In Sunclades, the defendant was arrested on July 21, 1978, and a timely trial information was filed accusing him of attempt to commit murder. Sunclades, 305 N.W.2d at 493. Defendant was found guilty of a lesser-included offense. Id. Approximately one year later, defendant was charged by trial information with going armed with intent and assault while participating in a felony; charges based upon the incident for which defendant had been arrested in 1978. The district court denied defendant's motion to dismiss based on the State's failure to speedily indict him. Id. We concluded that the forty-five-day period of rule 27(2)(a) that commenced when defendant was arrested for attempt to commit murder in 1978, applied only to that charge and lesser-included offenses thereof. Id. at 494. The forty-five-day *509 period did not apply to the separate charges filed a year later. Id.

Defendant notes that Iowa Code section 706.4 (1995) provides in pertinent part, "[a] person may not be convicted and sentenced for both the conspiracy and for the public offense." Defendant contends that because conspiracy and the substantive offense merge pursuant to section 706.4, the conspiracy charge should be treated as a lesser-included offense for the purposes of the speedy indictment rule. We disagree.

Although conspiracy and the substantive offense merge for sentencing purposes pursuant to section 706.4, that section specifically provides that a "conspiracy to commit a public offense is an offense separate and distinct from any public offense which might be committed pursuant to such conspiracy." Iowa Code § 706.4. Therefore, even though defendant could not be convicted and sentenced for both second-degree burglary and conspiracy to commit burglary, we find that these are separate offenses for charging purposes. See 4 John L. Yeager & Ronald L. Carlson, Iowa Practice: Criminal Law and Procedure § 116, at 33 (1979) (The first sentence of section 706.4 "does establish a no merger rule, thus leaving the state the option to prosecute for the offense or the conspiracy in those cases where the criminal object of the conspiracy has been achieved.").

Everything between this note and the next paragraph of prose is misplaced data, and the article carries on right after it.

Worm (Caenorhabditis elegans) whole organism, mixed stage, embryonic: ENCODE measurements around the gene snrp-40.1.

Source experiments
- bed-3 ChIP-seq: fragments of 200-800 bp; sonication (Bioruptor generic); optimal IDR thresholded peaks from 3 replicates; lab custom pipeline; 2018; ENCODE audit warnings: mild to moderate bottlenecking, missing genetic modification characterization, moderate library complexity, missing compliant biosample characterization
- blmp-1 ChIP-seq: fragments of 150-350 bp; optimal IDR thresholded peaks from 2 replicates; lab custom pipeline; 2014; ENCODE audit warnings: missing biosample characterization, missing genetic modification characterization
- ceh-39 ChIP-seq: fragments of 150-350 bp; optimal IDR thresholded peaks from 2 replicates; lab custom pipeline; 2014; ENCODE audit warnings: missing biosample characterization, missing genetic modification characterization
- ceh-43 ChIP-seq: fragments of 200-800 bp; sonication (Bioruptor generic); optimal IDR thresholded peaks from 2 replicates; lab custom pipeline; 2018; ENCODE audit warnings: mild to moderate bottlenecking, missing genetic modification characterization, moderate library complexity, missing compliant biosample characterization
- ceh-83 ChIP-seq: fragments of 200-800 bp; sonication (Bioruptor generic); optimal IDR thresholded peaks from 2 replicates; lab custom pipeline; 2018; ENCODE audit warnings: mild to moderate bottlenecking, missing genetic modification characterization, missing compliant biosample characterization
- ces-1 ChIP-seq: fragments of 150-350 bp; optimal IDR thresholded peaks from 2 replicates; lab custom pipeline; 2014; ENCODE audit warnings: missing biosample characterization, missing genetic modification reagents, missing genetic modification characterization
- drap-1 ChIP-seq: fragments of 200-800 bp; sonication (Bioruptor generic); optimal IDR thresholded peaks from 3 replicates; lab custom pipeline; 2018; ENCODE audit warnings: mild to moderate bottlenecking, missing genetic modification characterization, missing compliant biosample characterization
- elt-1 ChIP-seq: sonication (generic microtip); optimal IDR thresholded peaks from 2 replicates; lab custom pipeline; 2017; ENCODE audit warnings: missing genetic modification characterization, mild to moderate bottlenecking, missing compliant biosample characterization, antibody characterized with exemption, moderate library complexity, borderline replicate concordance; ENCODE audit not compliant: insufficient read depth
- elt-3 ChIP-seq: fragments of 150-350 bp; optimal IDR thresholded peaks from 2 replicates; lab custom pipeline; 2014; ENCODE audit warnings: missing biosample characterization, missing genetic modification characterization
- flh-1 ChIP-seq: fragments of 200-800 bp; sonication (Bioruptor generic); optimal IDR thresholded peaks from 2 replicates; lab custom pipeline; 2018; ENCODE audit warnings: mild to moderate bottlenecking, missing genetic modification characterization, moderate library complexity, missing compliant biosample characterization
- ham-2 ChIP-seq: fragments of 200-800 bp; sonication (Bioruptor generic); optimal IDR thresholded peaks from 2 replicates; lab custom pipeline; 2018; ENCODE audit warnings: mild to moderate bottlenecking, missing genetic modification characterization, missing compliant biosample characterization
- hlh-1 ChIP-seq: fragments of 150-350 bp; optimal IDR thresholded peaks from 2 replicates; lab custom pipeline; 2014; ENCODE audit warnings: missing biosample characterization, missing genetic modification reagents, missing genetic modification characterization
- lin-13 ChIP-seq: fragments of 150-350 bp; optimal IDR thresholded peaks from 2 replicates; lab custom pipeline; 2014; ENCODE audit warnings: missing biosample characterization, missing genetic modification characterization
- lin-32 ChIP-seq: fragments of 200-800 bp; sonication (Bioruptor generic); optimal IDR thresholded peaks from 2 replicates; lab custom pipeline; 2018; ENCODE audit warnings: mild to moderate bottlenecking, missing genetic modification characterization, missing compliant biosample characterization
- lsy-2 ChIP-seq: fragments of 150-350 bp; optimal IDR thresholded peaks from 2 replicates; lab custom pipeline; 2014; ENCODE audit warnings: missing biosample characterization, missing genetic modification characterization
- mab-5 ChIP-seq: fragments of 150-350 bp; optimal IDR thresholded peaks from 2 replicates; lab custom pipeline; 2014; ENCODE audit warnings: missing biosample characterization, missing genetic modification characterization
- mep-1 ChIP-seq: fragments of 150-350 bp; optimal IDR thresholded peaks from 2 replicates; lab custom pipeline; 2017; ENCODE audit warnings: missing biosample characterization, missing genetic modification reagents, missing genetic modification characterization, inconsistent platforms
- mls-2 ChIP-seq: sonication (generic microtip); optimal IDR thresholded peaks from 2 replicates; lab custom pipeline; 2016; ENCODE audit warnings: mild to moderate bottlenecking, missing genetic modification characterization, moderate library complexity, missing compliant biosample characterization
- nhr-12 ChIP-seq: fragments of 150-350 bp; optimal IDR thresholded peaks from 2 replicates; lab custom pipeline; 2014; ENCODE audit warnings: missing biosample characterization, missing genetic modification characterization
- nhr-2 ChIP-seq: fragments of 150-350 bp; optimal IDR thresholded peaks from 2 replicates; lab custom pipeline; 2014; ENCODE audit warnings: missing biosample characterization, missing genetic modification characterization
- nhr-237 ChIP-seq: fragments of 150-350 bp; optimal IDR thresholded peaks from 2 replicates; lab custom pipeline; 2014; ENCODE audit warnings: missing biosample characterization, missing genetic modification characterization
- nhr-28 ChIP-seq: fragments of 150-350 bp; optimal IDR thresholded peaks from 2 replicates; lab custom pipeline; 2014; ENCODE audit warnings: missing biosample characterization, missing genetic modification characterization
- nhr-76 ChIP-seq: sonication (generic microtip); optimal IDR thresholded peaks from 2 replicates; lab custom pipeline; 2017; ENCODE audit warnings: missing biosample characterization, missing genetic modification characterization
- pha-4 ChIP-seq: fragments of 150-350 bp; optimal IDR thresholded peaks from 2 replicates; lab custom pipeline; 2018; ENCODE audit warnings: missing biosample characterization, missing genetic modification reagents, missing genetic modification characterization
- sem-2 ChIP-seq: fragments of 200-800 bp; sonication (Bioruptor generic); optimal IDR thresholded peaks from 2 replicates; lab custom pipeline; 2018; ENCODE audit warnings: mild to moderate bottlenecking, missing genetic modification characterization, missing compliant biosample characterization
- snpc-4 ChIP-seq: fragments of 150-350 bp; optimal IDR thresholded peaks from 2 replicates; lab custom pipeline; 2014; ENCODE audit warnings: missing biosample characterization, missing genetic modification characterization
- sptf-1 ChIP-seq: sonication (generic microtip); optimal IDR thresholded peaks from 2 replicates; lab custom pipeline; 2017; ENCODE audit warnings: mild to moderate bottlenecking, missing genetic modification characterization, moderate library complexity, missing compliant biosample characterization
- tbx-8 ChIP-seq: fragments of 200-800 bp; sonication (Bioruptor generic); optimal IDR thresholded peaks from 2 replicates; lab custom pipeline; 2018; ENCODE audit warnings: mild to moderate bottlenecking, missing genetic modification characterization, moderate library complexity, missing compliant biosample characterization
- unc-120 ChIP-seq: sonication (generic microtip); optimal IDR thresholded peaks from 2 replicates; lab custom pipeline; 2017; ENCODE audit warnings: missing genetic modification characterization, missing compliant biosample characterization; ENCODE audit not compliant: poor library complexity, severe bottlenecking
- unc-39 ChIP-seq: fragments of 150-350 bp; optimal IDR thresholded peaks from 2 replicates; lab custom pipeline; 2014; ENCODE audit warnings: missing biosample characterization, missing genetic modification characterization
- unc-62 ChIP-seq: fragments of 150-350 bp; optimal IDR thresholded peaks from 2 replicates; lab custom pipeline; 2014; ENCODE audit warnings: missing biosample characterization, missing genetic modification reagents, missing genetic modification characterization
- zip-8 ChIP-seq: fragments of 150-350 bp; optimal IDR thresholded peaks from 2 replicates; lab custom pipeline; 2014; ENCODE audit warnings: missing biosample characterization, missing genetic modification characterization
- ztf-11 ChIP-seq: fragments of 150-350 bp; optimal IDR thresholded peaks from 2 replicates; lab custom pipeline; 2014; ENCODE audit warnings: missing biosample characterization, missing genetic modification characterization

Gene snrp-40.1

Moreover, we do not believe the offense of conspiracy to commit a burglary is a lesser-included offense of second-degree burglary. Under the test for lesser-included offenses, the lesser offense is necessarily included in the greater offense if it impossible to commit the greater offense without also committing the lesser offense. State v. Finnel, 515 N.W.2d 41, 43 (Iowa 1994). "If the lesser offense includes an element that is not required for the greater offense, the lesser is not included in the greater." Id. We find that conspiracy includes an element not required for the offense of burglary, that is, another person's involvement. See Iowa Code § 706.1. Therefore, conspiracy to commit a burglary is not a lesser-included offense of burglary.

We conclude conspiracy to commit burglary is neither the same offense as the burglary for which defendant was arrested nor a lesser-included offense; therefore, the trial information charging defendant with conspiracy to commit burglary was timely pursuant to rule 27(2)(a). We need not address the State's contention that good cause justified the delay in filing. The district court's ruling dismissing the trial information is reversed and the case is remanded.